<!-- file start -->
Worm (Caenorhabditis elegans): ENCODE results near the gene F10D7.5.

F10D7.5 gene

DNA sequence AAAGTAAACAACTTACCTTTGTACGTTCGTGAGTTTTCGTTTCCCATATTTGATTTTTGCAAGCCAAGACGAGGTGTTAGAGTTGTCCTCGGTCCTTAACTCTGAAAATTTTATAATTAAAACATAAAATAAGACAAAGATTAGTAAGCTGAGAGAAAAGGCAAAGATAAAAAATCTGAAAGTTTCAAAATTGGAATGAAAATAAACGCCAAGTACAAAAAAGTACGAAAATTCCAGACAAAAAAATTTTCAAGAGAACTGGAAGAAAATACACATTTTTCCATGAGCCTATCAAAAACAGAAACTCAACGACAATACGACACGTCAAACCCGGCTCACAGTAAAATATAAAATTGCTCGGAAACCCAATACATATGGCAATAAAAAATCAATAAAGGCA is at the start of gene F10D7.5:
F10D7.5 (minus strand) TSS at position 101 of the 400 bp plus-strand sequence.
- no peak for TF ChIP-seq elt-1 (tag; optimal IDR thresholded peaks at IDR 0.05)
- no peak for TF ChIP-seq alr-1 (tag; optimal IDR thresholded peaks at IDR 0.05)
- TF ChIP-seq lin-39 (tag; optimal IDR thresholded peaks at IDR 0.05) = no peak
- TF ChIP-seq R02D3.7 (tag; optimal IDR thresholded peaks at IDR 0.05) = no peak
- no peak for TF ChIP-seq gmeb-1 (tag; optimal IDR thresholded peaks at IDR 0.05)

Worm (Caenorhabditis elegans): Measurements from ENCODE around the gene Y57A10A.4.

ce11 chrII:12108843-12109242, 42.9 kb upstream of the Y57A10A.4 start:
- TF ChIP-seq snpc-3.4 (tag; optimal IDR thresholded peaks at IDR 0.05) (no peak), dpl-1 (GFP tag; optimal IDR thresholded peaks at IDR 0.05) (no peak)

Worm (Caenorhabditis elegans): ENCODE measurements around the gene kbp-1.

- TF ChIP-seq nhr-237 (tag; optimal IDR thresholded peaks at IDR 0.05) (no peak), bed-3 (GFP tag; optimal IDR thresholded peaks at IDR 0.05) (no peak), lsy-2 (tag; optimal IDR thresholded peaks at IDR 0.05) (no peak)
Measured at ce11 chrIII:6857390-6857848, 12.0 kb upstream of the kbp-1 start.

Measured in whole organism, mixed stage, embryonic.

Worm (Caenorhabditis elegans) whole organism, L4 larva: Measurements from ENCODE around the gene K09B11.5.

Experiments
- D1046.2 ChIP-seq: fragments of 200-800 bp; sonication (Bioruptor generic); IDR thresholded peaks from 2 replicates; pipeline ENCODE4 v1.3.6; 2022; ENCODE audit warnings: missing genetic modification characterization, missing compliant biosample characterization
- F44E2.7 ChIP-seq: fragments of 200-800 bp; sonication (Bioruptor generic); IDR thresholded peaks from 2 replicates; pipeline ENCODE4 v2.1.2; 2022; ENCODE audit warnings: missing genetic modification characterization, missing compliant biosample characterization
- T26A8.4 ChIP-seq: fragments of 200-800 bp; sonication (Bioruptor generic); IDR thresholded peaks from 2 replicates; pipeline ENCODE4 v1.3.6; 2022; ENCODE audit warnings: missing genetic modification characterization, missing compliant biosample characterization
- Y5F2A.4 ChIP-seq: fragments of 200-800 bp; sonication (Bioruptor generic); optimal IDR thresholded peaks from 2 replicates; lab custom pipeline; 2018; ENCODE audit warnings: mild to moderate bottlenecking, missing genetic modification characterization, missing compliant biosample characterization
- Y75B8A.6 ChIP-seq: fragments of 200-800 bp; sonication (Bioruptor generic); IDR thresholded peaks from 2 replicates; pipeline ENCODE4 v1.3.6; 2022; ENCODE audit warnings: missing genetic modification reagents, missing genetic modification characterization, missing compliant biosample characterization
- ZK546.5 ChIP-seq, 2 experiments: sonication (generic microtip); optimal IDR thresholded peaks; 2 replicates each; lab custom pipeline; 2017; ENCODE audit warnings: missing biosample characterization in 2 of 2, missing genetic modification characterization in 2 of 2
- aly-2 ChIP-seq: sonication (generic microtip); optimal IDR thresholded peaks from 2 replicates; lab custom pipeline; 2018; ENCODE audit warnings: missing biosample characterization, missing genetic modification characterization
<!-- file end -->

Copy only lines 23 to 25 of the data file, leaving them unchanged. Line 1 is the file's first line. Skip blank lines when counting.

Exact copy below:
- Y75B8A.6 ChIP-seq: fragments of 200-800 bp; sonication (Bioruptor generic); IDR thresholded peaks from 2 replicates; pipeline ENCODE4 v1.3.6; 2022; ENCODE audit warnings: missing genetic modification reagents, missing genetic modification characterization, missing compliant biosample characterization
- ZK546.5 ChIP-seq, 2 experiments: sonication (generic microtip); optimal IDR thresholded peaks; 2 replicates each; lab custom pipeline; 2017; ENCODE audit warnings: missing biosample characterization in 2 of 2, missing genetic modification characterization in 2 of 2
- aly-2 ChIP-seq: sonication (generic microtip); optimal IDR thresholded peaks from 2 replicates; lab custom pipeline; 2018; ENCODE audit warnings: missing biosample characterization, missing genetic modification characterization